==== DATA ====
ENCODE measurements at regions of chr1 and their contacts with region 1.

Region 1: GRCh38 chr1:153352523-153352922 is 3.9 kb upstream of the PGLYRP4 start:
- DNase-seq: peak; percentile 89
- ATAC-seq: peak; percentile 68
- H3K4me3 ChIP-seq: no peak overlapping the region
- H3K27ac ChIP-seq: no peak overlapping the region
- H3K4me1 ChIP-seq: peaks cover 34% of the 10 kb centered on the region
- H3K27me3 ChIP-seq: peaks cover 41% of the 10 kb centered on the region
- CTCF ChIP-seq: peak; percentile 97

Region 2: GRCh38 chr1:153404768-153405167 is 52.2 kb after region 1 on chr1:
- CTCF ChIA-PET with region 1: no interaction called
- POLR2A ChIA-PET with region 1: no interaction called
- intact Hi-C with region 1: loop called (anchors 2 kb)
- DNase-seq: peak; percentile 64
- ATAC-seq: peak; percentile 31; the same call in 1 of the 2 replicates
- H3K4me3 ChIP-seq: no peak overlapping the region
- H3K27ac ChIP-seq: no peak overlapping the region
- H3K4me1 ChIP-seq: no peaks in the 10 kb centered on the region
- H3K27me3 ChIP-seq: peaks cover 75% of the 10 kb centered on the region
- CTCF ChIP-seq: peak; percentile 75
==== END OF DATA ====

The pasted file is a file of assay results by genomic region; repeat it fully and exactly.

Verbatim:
ENCODE measurements at regions of chr1 and their contacts with region 1.

Region 1: GRCh38 chr1:153352523-153352922 is 3.9 kb upstream of the PGLYRP4 start:
- DNase-seq: peak; percentile 89
- ATAC-seq: peak; percentile 68
- H3K4me3 ChIP-seq: no peak overlapping the region
- H3K27ac ChIP-seq: no peak overlapping the region
- H3K4me1 ChIP-seq: peaks cover 34% of the 10 kb centered on the region
- H3K27me3 ChIP-seq: peaks cover 41% of the 10 kb centered on the region
- CTCF ChIP-seq: peak; percentile 97

Region 2: GRCh38 chr1:153404768-153405167 is 52.2 kb after region 1 on chr1:
- CTCF ChIA-PET with region 1: no interaction called
- POLR2A ChIA-PET with region 1: no interaction called
- intact Hi-C with region 1: loop called (anchors 2 kb)
- DNase-seq: peak; percentile 64
- ATAC-seq: peak; percentile 31; the same call in 1 of the 2 replicates
- H3K4me3 ChIP-seq: no peak overlapping the region
- H3K27ac ChIP-seq: no peak overlapping the region
- H3K4me1 ChIP-seq: no peaks in the 10 kb centered on the region
- H3K27me3 ChIP-seq: peaks cover 75% of the 10 kb centered on the region
- CTCF ChIP-seq: peak; percentile 75